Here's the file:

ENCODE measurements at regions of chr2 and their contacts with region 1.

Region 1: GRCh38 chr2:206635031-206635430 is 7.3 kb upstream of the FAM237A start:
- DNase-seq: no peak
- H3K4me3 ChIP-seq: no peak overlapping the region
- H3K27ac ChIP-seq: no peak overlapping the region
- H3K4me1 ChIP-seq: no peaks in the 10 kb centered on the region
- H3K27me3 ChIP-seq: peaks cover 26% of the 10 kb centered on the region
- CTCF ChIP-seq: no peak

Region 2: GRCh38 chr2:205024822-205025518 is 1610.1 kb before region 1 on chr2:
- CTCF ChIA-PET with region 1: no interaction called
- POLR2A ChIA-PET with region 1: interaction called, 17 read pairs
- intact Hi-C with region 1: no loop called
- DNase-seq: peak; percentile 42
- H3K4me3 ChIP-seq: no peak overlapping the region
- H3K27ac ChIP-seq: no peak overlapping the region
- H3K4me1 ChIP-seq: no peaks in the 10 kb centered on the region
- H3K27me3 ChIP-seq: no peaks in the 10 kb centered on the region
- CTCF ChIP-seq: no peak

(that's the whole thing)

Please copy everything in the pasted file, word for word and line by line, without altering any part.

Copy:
ENCODE measurements at regions of chr2 and their contacts with region 1.

Region 1: GRCh38 chr2:206635031-206635430 is 7.3 kb upstream of the FAM237A start:
- DNase-seq: no peak
- H3K4me3 ChIP-seq: no peak overlapping the region
- H3K27ac ChIP-seq: no peak overlapping the region
- H3K4me1 ChIP-seq: no peaks in the 10 kb centered on the region
- H3K27me3 ChIP-seq: peaks cover 26% of the 10 kb centered on the region
- CTCF ChIP-seq: no peak

Region 2: GRCh38 chr2:205024822-205025518 is 1610.1 kb before region 1 on chr2:
- CTCF ChIA-PET with region 1: no interaction called
- POLR2A ChIA-PET with region 1: interaction called, 17 read pairs
- intact Hi-C with region 1: no loop called
- DNase-seq: peak; percentile 42
- H3K4me3 ChIP-seq: no peak overlapping the region
- H3K27ac ChIP-seq: no peak overlapping the region
- H3K4me1 ChIP-seq: no peaks in the 10 kb centered on the region
- H3K27me3 ChIP-seq: no peaks in the 10 kb centered on the region
- CTCF ChIP-seq: no peak